Contemplative prayer, an ancient but controversial practice

By Yvette Walker

I did a prayer exercise with a group of friends recently, in the model of the children’s game, Nut, Nut Squirrel. Sounds a little silly, but stay with me. Nut, Nut Squirrel is a card game where you draw from the deck to collect as many nuts, or acorns, as you can. If you get the Squirrel card, you lose your stash.

In the exercise, I challenged everyone to discuss how they pray, or what prayer means to them without using the word pray or prayer. If they do, they’d “lose their stash.” I did this because the word prayer can be intimidating to many people.

I was that person not so very long ago. I believed I wasn’t good a pray-er. I wasn’t eloquent enough. Others were better at praying. And certainly, I would NEVER pray aloud.

As my friends took on the challenge, they talked about what the word meant to them (without saying it). Of the four who played this game with me, all of them used the same word.


Prayer simply is a conversation with our Father. And it’s an important time to spend with him because it enriches our personal relationship with him.

But if we are worried about our ability … if we think we aren’t good at it, what do we do?

We go back to the basics and model Jesus, who often spent time alone in the  presence of God.

One way to do this is to practice a form of prayer called contemplative or centering prayer. The two practices are different, but share an important benefit: listening.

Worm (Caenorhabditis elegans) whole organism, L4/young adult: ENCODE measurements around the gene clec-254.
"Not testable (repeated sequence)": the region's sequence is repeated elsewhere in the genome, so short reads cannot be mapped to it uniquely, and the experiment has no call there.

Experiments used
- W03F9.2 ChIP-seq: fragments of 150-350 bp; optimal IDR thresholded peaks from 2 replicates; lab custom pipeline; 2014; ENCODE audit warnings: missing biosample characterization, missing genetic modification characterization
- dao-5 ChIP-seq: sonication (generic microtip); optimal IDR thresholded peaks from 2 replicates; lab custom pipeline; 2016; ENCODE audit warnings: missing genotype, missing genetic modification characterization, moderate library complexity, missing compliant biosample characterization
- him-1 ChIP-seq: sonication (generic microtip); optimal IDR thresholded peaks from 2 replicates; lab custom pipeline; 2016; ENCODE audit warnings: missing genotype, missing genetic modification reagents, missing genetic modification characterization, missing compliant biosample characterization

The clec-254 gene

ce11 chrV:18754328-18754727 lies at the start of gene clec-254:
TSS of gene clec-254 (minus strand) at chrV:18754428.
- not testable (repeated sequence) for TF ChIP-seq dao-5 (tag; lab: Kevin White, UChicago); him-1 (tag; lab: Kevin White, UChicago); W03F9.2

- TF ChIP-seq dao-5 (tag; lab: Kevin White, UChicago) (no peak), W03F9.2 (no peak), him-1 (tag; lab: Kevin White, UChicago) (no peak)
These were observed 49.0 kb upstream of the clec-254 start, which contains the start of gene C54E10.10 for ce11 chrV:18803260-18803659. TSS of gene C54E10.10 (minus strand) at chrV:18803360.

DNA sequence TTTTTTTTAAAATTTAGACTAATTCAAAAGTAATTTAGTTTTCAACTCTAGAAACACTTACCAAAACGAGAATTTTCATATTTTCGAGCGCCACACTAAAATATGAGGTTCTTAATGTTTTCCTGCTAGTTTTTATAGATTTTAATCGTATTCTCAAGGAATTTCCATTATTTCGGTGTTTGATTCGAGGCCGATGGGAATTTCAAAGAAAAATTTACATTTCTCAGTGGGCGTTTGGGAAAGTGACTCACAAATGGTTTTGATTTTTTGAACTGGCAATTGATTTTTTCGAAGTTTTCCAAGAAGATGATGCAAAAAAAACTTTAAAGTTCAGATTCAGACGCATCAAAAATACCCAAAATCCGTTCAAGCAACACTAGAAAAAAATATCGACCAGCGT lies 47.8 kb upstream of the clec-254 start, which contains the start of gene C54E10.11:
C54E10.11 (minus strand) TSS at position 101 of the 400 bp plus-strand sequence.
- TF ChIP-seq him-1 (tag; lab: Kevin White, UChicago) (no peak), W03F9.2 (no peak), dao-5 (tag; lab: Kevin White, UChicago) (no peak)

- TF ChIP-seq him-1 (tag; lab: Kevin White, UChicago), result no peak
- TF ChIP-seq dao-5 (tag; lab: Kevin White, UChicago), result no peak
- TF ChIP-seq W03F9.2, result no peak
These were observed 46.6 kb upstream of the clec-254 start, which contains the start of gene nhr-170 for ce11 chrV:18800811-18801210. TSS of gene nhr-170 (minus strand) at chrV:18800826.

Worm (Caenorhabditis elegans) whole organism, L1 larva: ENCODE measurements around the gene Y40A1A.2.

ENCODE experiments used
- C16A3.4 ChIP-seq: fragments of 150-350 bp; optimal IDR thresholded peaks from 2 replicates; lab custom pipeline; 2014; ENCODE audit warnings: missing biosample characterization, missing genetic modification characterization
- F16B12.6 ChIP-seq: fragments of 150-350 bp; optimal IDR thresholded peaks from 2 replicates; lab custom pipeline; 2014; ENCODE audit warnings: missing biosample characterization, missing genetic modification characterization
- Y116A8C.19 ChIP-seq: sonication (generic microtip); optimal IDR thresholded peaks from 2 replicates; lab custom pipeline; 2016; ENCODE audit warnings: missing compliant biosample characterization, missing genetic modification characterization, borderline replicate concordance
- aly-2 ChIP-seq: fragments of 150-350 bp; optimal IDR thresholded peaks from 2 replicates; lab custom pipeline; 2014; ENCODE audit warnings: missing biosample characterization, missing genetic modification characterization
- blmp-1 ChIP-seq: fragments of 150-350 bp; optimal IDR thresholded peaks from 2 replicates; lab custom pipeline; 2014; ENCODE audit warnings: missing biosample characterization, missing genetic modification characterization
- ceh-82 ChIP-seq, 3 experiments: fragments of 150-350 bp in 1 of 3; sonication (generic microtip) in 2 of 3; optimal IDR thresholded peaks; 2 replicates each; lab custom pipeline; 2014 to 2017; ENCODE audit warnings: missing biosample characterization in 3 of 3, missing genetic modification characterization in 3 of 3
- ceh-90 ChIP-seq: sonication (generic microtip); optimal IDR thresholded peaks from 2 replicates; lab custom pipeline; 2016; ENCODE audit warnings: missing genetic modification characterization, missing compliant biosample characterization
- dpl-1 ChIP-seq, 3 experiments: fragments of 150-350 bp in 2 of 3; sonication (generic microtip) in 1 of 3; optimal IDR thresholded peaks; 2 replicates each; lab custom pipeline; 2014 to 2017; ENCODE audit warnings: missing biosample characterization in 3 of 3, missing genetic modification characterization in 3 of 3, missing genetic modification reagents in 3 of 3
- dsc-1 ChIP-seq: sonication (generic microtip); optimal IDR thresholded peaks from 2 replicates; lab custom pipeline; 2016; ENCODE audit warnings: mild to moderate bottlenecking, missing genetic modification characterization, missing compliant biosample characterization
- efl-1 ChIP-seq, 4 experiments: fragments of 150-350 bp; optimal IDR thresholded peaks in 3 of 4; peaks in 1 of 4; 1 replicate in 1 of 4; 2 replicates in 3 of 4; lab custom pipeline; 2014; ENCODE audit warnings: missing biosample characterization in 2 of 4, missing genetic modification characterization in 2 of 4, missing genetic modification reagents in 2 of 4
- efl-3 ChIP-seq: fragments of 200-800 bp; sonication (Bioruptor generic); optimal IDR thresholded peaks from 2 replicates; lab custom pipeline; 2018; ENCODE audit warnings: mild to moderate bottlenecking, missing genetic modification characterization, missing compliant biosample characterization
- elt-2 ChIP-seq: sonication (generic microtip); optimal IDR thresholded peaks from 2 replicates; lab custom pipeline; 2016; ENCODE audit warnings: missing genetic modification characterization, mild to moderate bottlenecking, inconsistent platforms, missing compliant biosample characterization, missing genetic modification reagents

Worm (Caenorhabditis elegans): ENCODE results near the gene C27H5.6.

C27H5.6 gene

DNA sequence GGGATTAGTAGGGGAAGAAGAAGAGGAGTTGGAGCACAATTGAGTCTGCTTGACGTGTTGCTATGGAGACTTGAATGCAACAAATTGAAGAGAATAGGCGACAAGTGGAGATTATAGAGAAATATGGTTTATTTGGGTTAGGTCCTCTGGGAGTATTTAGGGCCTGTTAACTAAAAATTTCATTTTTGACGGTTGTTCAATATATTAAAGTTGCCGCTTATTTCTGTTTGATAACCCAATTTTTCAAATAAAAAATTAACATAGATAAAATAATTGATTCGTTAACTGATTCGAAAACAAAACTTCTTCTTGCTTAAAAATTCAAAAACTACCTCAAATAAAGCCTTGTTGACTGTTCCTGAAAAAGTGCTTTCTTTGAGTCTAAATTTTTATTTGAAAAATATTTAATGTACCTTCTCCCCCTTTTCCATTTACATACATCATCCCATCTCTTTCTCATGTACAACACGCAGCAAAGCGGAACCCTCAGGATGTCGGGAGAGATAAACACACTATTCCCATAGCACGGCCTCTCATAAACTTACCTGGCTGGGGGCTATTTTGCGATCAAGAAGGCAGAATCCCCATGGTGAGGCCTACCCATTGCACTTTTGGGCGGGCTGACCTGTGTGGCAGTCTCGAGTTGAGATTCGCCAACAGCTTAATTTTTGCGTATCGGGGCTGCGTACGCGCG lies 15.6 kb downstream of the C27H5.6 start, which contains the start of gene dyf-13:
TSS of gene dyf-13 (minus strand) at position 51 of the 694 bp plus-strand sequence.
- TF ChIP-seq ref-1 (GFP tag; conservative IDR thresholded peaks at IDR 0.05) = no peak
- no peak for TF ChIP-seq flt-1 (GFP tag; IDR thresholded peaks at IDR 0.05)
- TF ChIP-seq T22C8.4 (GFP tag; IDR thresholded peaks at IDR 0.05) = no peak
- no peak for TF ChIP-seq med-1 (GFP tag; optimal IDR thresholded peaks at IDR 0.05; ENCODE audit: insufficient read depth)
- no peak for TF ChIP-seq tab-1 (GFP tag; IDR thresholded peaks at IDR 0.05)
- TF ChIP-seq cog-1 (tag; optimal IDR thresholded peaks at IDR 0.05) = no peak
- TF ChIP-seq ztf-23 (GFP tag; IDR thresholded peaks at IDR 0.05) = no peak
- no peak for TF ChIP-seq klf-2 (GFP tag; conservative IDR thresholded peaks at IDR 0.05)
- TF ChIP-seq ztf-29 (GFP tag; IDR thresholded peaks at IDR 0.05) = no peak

In many prayer forms, we acknowledge God, praise him for his gifts, then ask him for our needs. There is nothing wrong with that. But in these listening forms of prayer, we don’t do any of that.

We don’t ask for needs.

We don’t praise him.

We don’t talk at all, not even in our heads.

Instead, we sit, silently, and allow ourselves to come into his presence. We invite him to join us where we are and listen for His voice.


Rich Lewis, a teacher of Centering Prayer, has a simple method for this practice:

  • Sit comfortably and close your eyes.
  • Think of a short syllable word, for example, love Jesus, ocean, or a color. I choose Joy.
  • In silence , say that word in your mind to begin your prayer and then let it go.
  • Empty your mind of distraction and allow yourself to come in his presence.
  • When you feel the world start to drift back in, say the word again and start all over.

This isn’t meditation, and you don’t recite your word over and over like a mantra. You’re just sitting with God.

Contemplative prayer is not a replacement for other kinds of prayer. The best kind of prayer is how Jesus told us to pray in Matthew 6: 9-13 (NIV)

“This, then, is how you should pray:

“ ‘Our Father in heaven, hallowed be your name, your kingdom come, your will be done, on earth as it is in heaven. Give us today our daily bread. And forgive us our debts, as we also have forgiven our debtors. And lead us not into temptation, but deliver us from the evil one. ’ ”

But we also know that Jesus withdrew to quiet places to spend time with His Father.

I’ve been a seeker for a deeper relationship with God and yearned to get back to when I was a young girl who could hear Him clearly. I felt nearer to God then. But growing up, His presence felt harder and harder to feel.

I thought I wasn’t good enough because He stopped talking to me.

But He NEVER stopped talking. I forgot how to listen. Too often, I try to pray but my mind is filled with stuff from my day: work, shopping lists, forgotten errands, etc. Clearing out my mind is necessary for me to enter into any kind of prayer, but especially contemplative prayer.

The Bible tells us how to hear the voice of God.  It’s just two commands:

1) be not hard-hearted, quarrelsome, or prideful,

2) and listen to know what His voice sounds like.

First Kings chapter 19, verses 11 and 12 implores us to hear His voice and tells us where to find: